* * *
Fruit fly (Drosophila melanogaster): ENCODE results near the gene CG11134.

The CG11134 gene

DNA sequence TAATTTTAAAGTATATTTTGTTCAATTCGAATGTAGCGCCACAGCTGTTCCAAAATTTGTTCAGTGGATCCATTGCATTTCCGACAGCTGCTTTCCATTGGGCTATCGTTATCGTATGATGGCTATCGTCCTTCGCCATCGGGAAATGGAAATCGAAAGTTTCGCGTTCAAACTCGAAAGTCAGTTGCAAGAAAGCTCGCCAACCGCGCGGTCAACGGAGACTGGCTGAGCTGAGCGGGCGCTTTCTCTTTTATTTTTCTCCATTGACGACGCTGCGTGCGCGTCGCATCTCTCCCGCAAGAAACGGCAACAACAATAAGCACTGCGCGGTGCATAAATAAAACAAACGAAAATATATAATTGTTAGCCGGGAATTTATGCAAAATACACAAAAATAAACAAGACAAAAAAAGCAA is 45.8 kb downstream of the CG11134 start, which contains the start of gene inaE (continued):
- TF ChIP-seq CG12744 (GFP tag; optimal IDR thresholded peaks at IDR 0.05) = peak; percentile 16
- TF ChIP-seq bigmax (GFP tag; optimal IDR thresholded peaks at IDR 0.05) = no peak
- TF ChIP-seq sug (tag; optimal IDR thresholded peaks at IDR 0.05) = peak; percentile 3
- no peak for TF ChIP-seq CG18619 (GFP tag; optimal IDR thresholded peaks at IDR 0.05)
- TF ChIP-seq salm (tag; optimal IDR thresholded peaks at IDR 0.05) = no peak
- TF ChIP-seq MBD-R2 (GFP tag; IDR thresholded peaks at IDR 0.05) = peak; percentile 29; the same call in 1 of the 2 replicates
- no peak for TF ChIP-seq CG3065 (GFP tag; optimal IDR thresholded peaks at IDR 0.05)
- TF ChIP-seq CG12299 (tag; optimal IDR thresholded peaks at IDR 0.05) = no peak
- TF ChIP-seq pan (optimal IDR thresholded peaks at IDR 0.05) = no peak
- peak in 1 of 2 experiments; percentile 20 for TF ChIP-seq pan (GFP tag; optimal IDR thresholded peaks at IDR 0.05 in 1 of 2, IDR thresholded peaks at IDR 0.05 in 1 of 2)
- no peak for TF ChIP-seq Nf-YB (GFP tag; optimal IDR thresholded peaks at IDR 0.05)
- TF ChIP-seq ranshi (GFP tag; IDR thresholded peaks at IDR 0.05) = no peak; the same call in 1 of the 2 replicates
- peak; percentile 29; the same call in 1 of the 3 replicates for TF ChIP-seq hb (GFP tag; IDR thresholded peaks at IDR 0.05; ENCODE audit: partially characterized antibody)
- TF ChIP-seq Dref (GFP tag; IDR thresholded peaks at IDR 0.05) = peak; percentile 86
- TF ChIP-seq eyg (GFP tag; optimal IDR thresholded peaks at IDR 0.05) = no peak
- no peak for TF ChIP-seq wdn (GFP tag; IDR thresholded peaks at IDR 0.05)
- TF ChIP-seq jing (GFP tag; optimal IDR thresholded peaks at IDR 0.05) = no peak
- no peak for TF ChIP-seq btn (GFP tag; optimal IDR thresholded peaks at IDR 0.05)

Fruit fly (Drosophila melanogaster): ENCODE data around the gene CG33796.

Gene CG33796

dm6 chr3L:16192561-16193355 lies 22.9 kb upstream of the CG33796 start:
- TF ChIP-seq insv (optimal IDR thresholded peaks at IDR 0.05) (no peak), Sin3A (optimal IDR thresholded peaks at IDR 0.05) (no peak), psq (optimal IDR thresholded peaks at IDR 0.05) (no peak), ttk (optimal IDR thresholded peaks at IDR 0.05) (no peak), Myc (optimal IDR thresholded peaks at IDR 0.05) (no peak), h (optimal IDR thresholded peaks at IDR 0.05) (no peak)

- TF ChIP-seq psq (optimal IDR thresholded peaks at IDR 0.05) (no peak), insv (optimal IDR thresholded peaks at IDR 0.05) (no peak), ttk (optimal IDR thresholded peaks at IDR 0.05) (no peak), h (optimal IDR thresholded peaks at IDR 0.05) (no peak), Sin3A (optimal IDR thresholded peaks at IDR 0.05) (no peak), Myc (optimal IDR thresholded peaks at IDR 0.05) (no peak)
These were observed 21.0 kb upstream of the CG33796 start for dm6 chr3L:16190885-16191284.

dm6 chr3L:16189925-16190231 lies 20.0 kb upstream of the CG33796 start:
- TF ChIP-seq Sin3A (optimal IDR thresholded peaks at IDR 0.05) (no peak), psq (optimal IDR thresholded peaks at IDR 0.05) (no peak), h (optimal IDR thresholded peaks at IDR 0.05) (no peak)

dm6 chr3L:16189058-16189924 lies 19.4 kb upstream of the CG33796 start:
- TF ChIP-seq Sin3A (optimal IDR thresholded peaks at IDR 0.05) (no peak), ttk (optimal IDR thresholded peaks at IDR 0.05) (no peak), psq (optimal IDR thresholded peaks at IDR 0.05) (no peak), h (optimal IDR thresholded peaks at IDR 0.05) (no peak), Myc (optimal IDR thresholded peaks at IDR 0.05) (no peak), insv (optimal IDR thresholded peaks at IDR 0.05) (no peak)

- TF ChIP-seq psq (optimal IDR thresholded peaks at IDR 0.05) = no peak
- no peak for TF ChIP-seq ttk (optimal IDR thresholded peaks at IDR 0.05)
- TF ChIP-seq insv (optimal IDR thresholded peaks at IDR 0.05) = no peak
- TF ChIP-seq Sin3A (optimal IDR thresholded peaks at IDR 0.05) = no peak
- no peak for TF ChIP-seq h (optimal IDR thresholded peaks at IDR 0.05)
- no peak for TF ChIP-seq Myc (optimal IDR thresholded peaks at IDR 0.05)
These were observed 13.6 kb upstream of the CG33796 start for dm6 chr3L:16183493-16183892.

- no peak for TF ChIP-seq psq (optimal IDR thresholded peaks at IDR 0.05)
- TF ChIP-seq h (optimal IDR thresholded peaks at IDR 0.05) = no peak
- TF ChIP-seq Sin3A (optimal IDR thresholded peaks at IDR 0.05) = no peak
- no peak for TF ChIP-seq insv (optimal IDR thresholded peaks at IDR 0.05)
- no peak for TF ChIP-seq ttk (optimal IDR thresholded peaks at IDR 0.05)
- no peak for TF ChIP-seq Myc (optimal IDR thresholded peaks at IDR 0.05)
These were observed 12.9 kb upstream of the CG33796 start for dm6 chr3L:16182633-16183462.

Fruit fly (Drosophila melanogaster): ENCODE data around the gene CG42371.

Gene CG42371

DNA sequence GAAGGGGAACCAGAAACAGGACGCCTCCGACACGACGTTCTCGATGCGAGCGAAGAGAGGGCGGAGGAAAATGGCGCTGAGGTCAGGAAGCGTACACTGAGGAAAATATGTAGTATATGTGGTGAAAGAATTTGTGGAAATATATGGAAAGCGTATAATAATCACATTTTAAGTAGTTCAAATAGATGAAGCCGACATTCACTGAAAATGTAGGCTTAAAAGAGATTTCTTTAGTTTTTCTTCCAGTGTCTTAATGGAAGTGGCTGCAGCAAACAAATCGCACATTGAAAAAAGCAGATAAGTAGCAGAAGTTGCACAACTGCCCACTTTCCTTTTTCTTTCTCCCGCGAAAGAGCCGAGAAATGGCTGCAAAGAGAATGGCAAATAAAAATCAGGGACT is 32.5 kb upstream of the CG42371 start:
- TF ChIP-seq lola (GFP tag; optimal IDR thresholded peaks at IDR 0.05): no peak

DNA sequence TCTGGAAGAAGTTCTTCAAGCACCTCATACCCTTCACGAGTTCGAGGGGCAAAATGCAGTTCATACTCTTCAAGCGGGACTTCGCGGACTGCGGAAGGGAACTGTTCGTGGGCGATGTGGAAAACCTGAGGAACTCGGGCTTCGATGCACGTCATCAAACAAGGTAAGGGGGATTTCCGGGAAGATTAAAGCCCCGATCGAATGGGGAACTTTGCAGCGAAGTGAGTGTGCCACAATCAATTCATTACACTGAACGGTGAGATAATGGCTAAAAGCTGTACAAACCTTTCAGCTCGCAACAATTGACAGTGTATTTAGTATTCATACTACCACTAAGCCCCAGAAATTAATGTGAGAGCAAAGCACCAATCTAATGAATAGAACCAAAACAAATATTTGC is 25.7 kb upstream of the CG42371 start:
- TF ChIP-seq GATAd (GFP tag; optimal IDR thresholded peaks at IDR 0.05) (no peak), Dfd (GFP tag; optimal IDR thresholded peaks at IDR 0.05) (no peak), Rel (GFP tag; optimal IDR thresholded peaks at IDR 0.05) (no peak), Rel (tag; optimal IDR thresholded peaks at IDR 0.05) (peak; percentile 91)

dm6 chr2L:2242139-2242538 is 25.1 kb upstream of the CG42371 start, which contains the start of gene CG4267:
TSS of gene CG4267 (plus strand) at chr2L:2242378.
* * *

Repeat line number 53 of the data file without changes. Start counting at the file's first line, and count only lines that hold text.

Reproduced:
TSS of gene CG4267 (plus strand) at chr2L:2242378.